The above ground parts have more polysaccharides, which are immunostimulant. The roots are high in volatile oils.

Those sensitive to the daisy family should avoid echinacea.

Chocolate Mint
Chocolate mint (Mentha ร— piperita f. citrata ‘Chocolate‘)

Mint

Mint is naturally cooling and soothing. It's my favorite herb for upset stomach, but also works well for fevers and congestion. Mild flavored mint tea is safe for both adults and children. Try mint in herbal gelatin for those who don't like tea.

Mint can help open airways and act as an expectorant to clear out phlegm. It's also antibacterial and anti-inflammatory. Enjoy mint tea hot or warm, breathing in the vapors. Mint essential oil is also popular for diffusing to open up airways.

Mint is an aggressive grower, and may try to take over your garden beds. I plant it where I can mow around the plants to keep them in check, or keep them in a container.

Salvia officinalis plant
Common Sage (Salvia Officinalis)

Sage

Sage is antioxidant, anti-inflammatory, antibacterial, antiviral, and antimicrobial. It prefers sunny, well drained soil – we have a plant that's taken over a corner of the greenhouse.

Try a sage tea gargle for sore throats, or sip on the tea at the first sign of symptoms. Sage is also a safe herb to feed to poultry to improve their immune health.

Best Cold and Flu Tea Recipe

  • 2 teaspoons sage
  • juice of one lemon (or one teaspoon lemon balm herb)
  • Pinch cayenne pepper
  • 1 tablespoon (15 ml) honey

To prepare the tea, pour one cup boiling hot water over sage and allow to steep for 10 minutes. Strain out herbs, add remaining ingredients, and drink hot.

Read “Sage Benefits for Home, Health & Personal Care” for growing tips and recipes.

Boneset (Eupatorium perfoliatum) flowers
Boneset (Eupatorium perfoliatum)

Boneset

Eupatorium perfoliatum is a perennial plant indigenous to North America. You may be able to find it in the wild on the edge of marshes or ponds, or you can try cultivating it in rain gardens.

What captured my attention about this plant was a story I read in “Edible & Medicinal Wild Plants of the Midwest. The author shared how boneset was used to cure a kind of influenza called “breakbone fever” back in the early 1800s.

“Breakbone fever” was a viral illness that made the muscles, bones, and joints of those afflicted hurt so badly they felt as if they were breaking. When treated with Eupatorium perfoliatum, they felt as though their bones had “set” or healed.

Boneset stimulates white blood cells to fight viral and bacterial infections. This is similar to the action of echinacea, but the two paired together are stronger than each used separately.

We were hit with some illness that matched this description back in October, and I wish I had known about boneset then. By this time next year we should have our own supply. The Holistic Herbal recommends a tea with 2 parts boneset and one part each elder flower and peppermint for influenza.

More Home Remedies
for Cold and Flu Season

Treat and prevent cold & flu naturally.

While herbs and spices are not a “magic bullet”, good nutrition is an important part of staying healthy. Adding these nutritional powerhouses to the menu and medicine cabinet is a good choice for a common sense home.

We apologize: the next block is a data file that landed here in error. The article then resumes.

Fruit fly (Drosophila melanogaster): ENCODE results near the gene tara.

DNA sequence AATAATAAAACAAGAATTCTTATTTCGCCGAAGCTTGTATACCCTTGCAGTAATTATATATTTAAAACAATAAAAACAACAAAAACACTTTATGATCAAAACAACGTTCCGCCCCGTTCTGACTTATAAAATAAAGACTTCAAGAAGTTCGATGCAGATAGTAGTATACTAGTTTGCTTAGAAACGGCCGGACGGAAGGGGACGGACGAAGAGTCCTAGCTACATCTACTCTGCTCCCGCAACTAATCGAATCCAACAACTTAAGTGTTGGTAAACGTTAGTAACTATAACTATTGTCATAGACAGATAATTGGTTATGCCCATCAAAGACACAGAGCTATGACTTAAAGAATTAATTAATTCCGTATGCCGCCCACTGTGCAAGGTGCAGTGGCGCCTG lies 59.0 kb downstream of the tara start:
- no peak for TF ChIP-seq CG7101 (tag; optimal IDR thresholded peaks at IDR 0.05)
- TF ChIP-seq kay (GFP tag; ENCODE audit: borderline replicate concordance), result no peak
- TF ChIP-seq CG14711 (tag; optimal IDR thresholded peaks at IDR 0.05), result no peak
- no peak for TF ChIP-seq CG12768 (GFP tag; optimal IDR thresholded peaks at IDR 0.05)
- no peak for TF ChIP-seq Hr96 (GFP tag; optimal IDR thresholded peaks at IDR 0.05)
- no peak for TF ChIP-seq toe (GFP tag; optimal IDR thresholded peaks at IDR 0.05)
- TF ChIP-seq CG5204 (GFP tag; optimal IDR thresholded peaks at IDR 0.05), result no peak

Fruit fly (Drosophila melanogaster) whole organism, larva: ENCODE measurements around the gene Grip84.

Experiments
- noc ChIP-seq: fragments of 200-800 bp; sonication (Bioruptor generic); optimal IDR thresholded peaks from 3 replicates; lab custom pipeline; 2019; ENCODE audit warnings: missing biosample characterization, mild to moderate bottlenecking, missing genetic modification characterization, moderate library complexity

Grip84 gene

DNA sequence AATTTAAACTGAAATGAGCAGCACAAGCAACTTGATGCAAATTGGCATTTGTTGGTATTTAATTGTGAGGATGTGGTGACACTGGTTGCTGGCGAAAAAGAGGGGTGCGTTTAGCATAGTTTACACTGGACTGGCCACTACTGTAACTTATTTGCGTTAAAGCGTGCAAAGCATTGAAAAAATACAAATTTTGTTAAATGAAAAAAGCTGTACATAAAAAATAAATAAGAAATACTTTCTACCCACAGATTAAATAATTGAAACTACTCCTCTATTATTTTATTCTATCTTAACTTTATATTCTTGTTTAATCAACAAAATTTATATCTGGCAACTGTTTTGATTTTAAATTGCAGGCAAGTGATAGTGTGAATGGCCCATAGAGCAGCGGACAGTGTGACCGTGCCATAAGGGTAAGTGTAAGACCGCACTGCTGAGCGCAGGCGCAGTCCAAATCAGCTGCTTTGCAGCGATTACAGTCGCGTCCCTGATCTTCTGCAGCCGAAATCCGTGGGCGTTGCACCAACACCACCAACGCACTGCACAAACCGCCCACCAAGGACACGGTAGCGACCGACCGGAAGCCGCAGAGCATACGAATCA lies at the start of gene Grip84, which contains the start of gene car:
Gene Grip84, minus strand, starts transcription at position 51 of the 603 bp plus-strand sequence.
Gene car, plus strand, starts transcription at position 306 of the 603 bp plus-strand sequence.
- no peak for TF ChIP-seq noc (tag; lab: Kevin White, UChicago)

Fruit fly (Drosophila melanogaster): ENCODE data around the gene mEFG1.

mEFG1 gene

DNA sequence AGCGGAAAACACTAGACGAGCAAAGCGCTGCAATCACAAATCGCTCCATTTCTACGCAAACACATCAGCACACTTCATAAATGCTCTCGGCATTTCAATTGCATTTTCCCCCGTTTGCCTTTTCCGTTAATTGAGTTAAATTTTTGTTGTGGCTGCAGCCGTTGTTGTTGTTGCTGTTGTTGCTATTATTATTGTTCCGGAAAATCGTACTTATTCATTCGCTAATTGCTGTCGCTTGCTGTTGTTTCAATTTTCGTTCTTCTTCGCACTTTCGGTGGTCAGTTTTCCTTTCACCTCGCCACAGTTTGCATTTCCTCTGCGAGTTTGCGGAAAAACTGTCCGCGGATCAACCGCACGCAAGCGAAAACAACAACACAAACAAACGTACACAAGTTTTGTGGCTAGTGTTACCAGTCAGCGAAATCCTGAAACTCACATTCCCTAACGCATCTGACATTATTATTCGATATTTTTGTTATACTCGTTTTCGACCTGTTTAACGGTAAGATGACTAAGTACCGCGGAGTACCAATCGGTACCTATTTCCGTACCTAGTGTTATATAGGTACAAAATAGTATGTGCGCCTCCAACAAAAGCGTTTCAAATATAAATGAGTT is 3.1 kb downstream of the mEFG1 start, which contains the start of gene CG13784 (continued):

Sources:

Opportunities for Health Promotion: Highlighting Herbs and Spices to Improve Immune Support and Well-being

Backyard Medicine

Edible & Medicinal Wild Plants of the Midwest

This post is for general information and is not intended to replace medical advice from a healthcare provider. Please see a trained healthcare practitioner if symptoms are severe or persistent. Check for contraindications if you are on any medication or you have a medical condition.

Common Sage flowers

Originally published in 2011, last updated in 2022.

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18 Comments

  1. A tea of white clover, ginger, mint, chamomile, and honey will kill 90% of the cold within 24 hours. White clover is all over the place where I live, and I have used it to kill colds, aid in flus and bronchitis and pneumonia symptoms, and have even given it to a couple of COPD/emphysema patients with noted relief of their symptoms for nearly 8 hours.

    Do some research on white clover – it is a wild edible, can be used as a flour additive to baked goods (offers a vanilla sort of flavor to the baked goodies), can be eaten raw or cooked, and is a very potent medicinal herb when used to treat respiratory infections and illnesses. Made into a salve, it also has topical uses for things like psoriasis. I have eaten and used this particular plant for years now, and my daughter is also learning as well.

    Do some research on white clover; I think you’ll be very surprised at what you find. In the meantime, here’s what I’d suggest for a cold-killing medicine :

    1. Fill half of a metal tea ball with either fresh or dried clover leaves and-or flowers.
    2. Warm up water to where it’s just starting to boil, then drop the tea ball into the water. Add mint, chamomile, and ginger tea bags.
    3. COVER the cup, and let it steep for about 10 minutes. (If you don’t like a very strong mint flavor, then pull the mint bag out of the cup after 5minutes, and re-cover).
    4. When done steeping, pull all tea bags out (making sure to squeeze into the water), and discard. Remove the clover tea ball. Add honey to taste, and drink.

    *NOTE* If you are susceptible to the sedative qualities of chamomile, then either do NOT add the chamomile, or only take the mixture in the evening, before bed.